You are on page 1of 11

International Business

Chapter Thirteen

Export and Import Strategies

Strategy of the Multinationals


Export Strategy
Investment / Collaborative strategy

Price

Manufacturing / Supply chain strategy


Marketing Finance Accounting Human Resource R&D
Quality

Competitive Advantage

Export Strategy of the Firm

Firms export in order to.


increase revenues achieve economies of scale alleviate excess capacity minimize risk and diversify markets

Firms consider the following factors to export:


Ownership advantages Location advantages Internalization advantages
3

Phases of Export Development

Steps Involved in Designing Export Strategy

Assess companys export potential Obtain export counseling Select a market or markets Formulate and implement an export strategy

Table 13.2 Export Business Plan has the details


5

Export Intermediaries
Export can be conducted directly, indirectly or through third party intermediaries. Export management company (EMC): a firm that either acts as a manufacturers agent or buys merchandise from manufacturers for international distribution. Export trading company (ETC): a large, independent broker whose primary purpose is to match suppliers to foreign customers for a fee. Foreign freight forwarder: an international trade specialist who assists in the delivery of goods from producer to customer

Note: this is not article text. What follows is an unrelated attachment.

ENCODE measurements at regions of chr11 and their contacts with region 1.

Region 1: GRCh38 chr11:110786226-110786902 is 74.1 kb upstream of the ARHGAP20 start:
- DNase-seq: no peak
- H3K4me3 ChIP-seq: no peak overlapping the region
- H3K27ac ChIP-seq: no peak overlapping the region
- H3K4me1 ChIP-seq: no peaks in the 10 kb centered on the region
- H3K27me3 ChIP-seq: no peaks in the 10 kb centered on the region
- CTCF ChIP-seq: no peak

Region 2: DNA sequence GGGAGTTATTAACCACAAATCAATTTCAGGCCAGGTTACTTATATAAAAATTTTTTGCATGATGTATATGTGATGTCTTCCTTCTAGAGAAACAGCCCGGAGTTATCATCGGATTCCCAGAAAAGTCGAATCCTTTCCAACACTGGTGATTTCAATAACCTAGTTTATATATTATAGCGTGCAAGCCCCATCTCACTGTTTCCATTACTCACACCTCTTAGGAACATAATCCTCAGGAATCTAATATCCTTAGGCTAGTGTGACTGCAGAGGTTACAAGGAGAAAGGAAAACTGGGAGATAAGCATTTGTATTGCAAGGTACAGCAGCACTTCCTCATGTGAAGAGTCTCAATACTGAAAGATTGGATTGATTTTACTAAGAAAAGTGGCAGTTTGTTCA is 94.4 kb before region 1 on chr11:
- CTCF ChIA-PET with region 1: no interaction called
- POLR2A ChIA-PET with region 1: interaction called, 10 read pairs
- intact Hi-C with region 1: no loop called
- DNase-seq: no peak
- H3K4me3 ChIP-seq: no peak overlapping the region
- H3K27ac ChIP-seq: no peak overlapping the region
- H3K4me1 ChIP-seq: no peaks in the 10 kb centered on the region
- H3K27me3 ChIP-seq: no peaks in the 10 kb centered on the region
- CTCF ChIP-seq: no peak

Import Strategy of the Firm

Why import? Basic imports include: industrial and consumer goods and services intermediate goods and services Strategic advantages of imports Specialization of labor Global rivalry Local unavailability Diversification of operation risks Gain knowledge from abroad

Export Import Process


Exporter
Ships Bill of lading

Importer

Informs

Receives payment

Payment

Opens Letter of Credit

Exporter s Bank

Reimbursement Informs

Importers Bank

Export Documentation
Key export documents include: pro forma invoice: outlines the terms of sale, price, and delivery details commercial invoice: detailed legal document-see example in the text shippers export declaration: used to monitor exports and compile trade statistics bill of lading: a detailed receipt from the carrier transporting the cargo consular invoice: required to monitor imports certificate of origin: determines the tariff export packing list: lists the cargo details

Countertrade

Countertrade: is good when a firm/government lacks sufficient funds or convertible currency to pay for imports Two basic types of countertrade transactions include: barter [based on clearing arrangements used to avoid money-based exchange] buybacks, offsets, and counterpurchase [all of which are used to impose reciprocal commitments] Countertrade can be inefficient or inflexible
10

Chapter 13: Discussion Questions


1.

2.

3.

4.

Explain why firms export or import. What do they gain from export-import? Discuss the functions of Export Intermediaries. Describe the export-import process and explain the role of various export documentation involved in the process. What is countertrade? Why firms or governments engage in countertrade?
11